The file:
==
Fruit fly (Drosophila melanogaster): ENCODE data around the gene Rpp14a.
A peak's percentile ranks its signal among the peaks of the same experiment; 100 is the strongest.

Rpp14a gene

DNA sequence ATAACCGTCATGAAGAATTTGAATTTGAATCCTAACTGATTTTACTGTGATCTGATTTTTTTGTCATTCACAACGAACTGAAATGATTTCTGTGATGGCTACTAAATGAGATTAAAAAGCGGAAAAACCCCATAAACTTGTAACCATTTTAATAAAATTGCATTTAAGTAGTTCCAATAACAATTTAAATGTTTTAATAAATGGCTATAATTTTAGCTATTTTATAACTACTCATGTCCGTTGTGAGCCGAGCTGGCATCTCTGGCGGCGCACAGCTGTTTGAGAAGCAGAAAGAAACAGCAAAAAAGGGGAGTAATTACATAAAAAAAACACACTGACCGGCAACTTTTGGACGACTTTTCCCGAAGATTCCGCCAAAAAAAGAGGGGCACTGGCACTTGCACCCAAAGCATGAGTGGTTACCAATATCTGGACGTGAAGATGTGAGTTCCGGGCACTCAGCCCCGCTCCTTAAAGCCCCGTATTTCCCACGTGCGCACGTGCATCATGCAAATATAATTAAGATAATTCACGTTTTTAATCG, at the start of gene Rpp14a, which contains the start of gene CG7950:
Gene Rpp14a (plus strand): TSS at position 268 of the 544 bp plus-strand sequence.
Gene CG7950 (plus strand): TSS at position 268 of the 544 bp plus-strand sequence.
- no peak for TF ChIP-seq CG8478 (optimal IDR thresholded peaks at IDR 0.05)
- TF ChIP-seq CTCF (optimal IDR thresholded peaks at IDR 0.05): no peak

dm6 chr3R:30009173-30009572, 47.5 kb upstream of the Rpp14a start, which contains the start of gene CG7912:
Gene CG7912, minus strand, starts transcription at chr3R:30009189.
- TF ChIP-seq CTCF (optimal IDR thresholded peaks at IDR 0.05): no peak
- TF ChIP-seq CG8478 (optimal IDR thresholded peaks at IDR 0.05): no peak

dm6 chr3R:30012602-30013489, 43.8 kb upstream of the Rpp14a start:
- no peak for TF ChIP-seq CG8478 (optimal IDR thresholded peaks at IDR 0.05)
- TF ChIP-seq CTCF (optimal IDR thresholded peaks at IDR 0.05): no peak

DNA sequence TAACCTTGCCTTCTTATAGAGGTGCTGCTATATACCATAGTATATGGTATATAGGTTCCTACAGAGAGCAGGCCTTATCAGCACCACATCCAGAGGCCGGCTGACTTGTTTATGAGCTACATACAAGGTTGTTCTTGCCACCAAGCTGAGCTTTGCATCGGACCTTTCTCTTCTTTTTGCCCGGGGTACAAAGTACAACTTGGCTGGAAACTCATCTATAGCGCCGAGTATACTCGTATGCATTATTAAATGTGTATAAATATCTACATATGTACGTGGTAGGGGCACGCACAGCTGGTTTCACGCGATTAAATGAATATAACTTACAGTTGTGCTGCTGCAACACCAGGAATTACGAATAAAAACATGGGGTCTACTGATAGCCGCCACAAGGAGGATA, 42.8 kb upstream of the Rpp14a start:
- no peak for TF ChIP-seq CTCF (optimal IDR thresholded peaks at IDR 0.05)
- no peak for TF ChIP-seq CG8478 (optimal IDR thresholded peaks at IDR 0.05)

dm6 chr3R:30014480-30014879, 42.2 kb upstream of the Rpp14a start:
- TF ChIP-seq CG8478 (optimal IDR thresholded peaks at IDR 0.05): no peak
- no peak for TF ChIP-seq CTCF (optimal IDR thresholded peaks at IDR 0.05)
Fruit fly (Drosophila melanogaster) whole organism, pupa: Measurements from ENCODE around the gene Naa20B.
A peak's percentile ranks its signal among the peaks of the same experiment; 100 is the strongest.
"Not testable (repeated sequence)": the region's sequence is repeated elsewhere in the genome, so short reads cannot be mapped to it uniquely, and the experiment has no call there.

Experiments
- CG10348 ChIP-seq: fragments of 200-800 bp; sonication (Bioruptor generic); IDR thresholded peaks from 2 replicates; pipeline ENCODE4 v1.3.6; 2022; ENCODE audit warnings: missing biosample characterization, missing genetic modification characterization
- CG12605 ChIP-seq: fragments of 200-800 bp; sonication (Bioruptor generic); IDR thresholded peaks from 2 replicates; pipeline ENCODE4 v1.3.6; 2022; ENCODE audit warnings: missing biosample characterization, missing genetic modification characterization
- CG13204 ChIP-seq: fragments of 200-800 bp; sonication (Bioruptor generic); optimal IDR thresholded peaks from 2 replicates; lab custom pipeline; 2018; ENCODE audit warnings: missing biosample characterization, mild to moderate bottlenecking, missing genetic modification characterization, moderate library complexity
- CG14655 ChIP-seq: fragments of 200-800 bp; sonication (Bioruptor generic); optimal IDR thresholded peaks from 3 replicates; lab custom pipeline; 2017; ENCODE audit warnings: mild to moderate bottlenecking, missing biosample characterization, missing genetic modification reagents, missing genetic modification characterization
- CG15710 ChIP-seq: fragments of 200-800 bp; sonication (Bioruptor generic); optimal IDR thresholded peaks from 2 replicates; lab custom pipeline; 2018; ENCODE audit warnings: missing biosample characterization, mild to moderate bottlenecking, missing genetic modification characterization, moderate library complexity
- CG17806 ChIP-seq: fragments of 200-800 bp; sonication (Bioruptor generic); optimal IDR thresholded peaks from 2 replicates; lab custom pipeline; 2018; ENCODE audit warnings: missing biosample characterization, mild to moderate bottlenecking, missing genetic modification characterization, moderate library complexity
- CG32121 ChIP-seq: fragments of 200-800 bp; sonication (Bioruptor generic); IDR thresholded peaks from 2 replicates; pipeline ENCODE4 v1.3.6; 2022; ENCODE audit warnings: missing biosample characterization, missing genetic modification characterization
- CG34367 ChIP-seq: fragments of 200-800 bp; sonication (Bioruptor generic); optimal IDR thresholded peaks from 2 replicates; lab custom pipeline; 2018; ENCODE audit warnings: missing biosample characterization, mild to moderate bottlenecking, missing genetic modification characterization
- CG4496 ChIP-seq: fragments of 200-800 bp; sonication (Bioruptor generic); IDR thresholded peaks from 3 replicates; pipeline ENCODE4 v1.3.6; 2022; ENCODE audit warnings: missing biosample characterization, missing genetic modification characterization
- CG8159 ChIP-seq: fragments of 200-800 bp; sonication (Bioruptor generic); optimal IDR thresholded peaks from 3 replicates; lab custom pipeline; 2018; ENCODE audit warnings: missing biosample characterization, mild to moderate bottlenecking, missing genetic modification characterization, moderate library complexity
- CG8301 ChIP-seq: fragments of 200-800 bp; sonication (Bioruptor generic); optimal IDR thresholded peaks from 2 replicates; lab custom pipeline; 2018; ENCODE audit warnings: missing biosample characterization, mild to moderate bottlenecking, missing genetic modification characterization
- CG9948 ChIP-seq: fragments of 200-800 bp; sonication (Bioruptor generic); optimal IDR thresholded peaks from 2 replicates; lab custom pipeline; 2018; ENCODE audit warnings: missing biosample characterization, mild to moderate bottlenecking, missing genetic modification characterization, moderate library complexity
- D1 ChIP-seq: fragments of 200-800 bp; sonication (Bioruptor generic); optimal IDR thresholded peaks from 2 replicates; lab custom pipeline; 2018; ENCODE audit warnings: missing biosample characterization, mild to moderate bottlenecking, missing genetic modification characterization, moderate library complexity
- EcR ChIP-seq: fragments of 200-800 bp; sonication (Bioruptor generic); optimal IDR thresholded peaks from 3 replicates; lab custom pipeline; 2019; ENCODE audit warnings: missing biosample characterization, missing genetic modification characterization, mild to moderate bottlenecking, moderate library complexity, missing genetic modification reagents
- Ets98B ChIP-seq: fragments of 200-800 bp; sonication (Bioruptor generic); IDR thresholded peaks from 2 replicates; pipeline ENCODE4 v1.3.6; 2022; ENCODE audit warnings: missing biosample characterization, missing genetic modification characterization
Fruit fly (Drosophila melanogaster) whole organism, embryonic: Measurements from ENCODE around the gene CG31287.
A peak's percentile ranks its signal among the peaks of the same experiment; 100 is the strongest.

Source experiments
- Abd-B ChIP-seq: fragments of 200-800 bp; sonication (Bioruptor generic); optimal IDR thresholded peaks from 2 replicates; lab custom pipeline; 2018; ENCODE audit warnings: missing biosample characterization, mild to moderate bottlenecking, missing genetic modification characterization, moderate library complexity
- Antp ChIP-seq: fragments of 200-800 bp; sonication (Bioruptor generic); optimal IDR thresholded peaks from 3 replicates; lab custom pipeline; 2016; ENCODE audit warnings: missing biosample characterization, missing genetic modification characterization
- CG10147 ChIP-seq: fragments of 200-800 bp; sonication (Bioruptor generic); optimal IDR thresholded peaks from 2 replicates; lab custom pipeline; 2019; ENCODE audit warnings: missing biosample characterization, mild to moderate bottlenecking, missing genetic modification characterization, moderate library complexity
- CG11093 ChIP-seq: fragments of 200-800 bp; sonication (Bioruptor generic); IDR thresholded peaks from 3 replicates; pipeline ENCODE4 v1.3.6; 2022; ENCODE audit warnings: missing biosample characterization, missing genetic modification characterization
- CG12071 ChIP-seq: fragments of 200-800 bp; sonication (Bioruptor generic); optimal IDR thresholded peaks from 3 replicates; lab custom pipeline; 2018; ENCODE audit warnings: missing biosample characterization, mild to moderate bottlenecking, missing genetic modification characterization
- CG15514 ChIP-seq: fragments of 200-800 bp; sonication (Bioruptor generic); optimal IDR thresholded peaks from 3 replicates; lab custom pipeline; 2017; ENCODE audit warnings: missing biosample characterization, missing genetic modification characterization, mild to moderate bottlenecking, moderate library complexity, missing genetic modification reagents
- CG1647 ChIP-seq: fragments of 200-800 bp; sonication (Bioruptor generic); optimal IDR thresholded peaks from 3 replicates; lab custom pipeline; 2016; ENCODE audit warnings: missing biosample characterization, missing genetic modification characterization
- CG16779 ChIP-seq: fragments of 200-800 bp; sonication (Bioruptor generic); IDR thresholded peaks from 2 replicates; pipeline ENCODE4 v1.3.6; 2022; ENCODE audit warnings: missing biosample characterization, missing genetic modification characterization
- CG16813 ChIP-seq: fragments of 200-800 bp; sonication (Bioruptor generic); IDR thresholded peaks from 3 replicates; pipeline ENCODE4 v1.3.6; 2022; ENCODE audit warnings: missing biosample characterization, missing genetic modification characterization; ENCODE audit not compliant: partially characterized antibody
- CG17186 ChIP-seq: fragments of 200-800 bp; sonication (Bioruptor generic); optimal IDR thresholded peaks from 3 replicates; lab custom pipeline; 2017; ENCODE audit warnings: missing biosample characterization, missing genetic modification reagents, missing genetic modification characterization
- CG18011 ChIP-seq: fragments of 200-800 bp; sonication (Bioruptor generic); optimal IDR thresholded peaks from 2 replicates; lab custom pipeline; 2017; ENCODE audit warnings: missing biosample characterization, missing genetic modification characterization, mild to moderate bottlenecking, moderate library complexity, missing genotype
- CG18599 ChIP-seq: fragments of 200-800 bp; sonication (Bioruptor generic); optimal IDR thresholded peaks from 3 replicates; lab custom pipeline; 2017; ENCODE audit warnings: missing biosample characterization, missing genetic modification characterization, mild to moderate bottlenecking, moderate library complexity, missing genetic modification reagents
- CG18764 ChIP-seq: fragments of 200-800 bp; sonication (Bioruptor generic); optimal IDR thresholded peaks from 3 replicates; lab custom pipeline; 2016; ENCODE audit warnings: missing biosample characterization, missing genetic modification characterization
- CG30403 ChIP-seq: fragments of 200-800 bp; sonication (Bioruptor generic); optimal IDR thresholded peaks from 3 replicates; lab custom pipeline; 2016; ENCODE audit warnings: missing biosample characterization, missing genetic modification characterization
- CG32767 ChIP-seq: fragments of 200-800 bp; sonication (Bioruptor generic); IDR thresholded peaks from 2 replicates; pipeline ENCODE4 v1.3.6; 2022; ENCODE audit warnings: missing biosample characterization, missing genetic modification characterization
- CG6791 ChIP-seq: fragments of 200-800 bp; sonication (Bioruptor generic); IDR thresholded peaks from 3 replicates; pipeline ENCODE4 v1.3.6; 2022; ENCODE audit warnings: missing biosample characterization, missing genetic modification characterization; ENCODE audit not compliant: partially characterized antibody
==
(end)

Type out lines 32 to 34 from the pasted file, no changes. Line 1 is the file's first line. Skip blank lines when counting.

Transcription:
- CG32121 ChIP-seq: fragments of 200-800 bp; sonication (Bioruptor generic); IDR thresholded peaks from 2 replicates; pipeline ENCODE4 v1.3.6; 2022; ENCODE audit warnings: missing biosample characterization, missing genetic modification characterization
- CG34367 ChIP-seq: fragments of 200-800 bp; sonication (Bioruptor generic); optimal IDR thresholded peaks from 2 replicates; lab custom pipeline; 2018; ENCODE audit warnings: missing biosample characterization, mild to moderate bottlenecking, missing genetic modification characterization
- CG4496 ChIP-seq: fragments of 200-800 bp; sonication (Bioruptor generic); IDR thresholded peaks from 3 replicates; pipeline ENCODE4 v1.3.6; 2022; ENCODE audit warnings: missing biosample characterization, missing genetic modification characterization